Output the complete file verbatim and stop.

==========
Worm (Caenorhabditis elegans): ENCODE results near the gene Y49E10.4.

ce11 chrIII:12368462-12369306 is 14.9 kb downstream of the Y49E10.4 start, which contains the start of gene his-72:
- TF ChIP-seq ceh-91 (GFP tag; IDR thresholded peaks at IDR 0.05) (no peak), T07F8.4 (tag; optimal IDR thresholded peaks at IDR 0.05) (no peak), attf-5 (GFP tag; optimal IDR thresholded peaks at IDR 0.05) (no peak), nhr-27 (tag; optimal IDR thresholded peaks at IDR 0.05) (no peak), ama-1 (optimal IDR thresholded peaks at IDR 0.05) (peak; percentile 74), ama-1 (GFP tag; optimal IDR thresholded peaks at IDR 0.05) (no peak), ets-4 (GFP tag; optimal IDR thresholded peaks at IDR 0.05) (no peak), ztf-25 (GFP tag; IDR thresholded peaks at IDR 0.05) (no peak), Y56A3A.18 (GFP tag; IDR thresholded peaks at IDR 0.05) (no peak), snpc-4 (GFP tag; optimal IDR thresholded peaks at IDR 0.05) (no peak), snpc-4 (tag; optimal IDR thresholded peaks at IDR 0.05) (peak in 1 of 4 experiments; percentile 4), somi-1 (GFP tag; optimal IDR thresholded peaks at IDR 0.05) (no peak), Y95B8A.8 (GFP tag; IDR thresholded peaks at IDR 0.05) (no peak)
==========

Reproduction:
Worm (Caenorhabditis elegans): ENCODE results near the gene Y49E10.4.

ce11 chrIII:12368462-12369306 is 14.9 kb downstream of the Y49E10.4 start, which contains the start of gene his-72:
- TF ChIP-seq ceh-91 (GFP tag; IDR thresholded peaks at IDR 0.05) (no peak), T07F8.4 (tag; optimal IDR thresholded peaks at IDR 0.05) (no peak), attf-5 (GFP tag; optimal IDR thresholded peaks at IDR 0.05) (no peak), nhr-27 (tag; optimal IDR thresholded peaks at IDR 0.05) (no peak), ama-1 (optimal IDR thresholded peaks at IDR 0.05) (peak; percentile 74), ama-1 (GFP tag; optimal IDR thresholded peaks at IDR 0.05) (no peak), ets-4 (GFP tag; optimal IDR thresholded peaks at IDR 0.05) (no peak), ztf-25 (GFP tag; IDR thresholded peaks at IDR 0.05) (no peak), Y56A3A.18 (GFP tag; IDR thresholded peaks at IDR 0.05) (no peak), snpc-4 (GFP tag; optimal IDR thresholded peaks at IDR 0.05) (no peak), snpc-4 (tag; optimal IDR thresholded peaks at IDR 0.05) (peak in 1 of 4 experiments; percentile 4), somi-1 (GFP tag; optimal IDR thresholded peaks at IDR 0.05) (no peak), Y95B8A.8 (GFP tag; IDR thresholded peaks at IDR 0.05) (no peak)